The extent of the gaps in border security is huge. A recent Los Angeles Times report showed that by using proven aerial surveillance equipment from Afghanistan, we can now see just how much we’ve been missing. The data shows that the Border Patrol is apprehending less than half of illegal border crossers in certain sectors, which is significantly less than current estimates.
While this report is startling, it offers insight into what should be the pathway to securing our borders. We can upgrade our capabilities by incorporating existing taxpayer-owned technology such as Department of Defense Sensor Surveillance equipment used in Iraq and Afghanistan in order to gain comprehensive visibility of the border landscape. Once we have the complete picture of who we are missing, we allocate patrol and response teams appropriately and ultimately gauge our progress.
I have introduced bipartisan legislation in the House, and Sen. John Cornyn, R-Texas, has introduced the Senate version, to accomplish these goals by compelling the DHS to finally develop a comprehensive outcome-based strategy for securing our borders that incorporates advanced technology to achieve visibility of our entire border, metrics and manpower allocation based on that situational awareness and a timeline for development. The results of the strategy will be verified by outside experts.
Americans experienced the lack of follow-through on border security after the last major immigration overhaul in 1986. As we broach the same subject, the safety and security of our homeland cannot again fall by the wayside. Last week’s bombings in Boston are a stark reminder that the terrorist threat against America still exists and that it has never been more important to secure the homeland.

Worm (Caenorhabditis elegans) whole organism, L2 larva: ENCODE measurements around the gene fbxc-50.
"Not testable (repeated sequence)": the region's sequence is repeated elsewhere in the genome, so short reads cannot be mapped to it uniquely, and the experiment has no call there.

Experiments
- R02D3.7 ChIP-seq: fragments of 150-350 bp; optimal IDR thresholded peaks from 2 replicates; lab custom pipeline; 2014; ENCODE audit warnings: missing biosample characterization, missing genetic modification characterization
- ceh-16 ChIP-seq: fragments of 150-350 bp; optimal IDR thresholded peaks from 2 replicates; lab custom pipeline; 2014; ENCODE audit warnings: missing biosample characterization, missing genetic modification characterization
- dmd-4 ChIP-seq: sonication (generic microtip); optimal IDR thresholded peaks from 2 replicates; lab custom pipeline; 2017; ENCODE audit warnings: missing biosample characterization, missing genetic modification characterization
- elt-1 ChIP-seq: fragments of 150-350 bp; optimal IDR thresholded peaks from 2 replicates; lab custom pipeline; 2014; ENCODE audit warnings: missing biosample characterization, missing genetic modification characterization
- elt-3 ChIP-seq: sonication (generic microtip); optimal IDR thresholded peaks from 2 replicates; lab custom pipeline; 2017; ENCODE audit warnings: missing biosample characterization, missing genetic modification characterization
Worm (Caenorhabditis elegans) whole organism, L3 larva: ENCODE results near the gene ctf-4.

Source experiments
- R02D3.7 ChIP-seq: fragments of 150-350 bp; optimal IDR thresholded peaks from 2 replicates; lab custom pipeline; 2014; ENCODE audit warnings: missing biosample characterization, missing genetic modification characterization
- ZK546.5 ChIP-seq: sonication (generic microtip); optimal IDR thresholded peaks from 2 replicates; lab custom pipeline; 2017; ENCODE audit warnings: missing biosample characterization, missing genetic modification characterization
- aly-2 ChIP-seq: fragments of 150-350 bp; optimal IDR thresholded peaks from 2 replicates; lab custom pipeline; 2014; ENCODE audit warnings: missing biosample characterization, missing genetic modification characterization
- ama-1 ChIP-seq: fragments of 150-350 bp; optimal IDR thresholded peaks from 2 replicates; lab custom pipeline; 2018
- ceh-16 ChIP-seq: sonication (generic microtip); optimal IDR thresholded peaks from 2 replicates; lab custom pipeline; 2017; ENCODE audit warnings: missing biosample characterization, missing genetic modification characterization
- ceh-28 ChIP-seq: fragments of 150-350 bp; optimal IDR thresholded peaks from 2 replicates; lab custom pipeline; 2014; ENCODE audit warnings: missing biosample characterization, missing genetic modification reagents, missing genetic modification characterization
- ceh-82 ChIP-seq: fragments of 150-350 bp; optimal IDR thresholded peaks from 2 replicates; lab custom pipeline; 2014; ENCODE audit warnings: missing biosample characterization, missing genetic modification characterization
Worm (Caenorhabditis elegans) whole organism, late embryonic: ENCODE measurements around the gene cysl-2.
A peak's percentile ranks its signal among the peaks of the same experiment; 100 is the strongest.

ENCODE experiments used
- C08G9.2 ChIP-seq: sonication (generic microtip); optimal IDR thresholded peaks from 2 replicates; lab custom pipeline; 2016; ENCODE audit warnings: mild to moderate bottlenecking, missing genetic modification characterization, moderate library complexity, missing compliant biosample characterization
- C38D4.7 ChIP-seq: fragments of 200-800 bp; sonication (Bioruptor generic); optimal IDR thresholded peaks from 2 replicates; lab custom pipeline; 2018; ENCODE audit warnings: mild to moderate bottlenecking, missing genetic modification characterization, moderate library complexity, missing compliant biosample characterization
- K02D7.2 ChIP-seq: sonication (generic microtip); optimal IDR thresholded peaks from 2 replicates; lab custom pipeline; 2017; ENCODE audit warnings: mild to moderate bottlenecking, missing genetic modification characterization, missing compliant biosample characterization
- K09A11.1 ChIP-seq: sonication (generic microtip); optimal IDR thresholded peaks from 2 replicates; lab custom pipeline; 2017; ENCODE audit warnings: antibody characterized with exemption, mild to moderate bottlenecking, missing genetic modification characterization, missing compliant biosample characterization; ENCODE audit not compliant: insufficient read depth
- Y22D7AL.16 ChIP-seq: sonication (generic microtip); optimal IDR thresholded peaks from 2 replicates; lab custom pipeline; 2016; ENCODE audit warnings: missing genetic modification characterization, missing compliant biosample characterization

The administration may claim the border has been secured, but there are around 11 million people whose presence suggests otherwise. Ten years from now, we cannot have this same conversation. American individuals, immigrants and the dedicated public servants working on our borders deserve better this time around. We can solve the equation this time.
Rep. Michael McCaul, R-Texas, is chairman of the House Homeland Security Committee.
From left, Lisa Peng, daughter of Peng Ming, Grace Ge Geng, daughter of Gao Zhisheng, and Ti-Anna Wang, daughter of Wang Bingzhang, hold pictures of their imprisoned fathers during a House Subcommittee on Africa, Global Health, Global Human Rights, and International Organizations hearing in the Rayburn House Office Building titled “Their Daughters Appeal to Beijing: ‘Let Our Fathers Go!’”
Each year since 1990, CQ Roll Call has reviewed the financial disclosures of all 541 senators, representatives and delegates to determine the 50 richest members of Congress. This year's report, derived from forms covering the calendar year 2012, shows it took a net worth of $6.67 million to crack the exclusive club.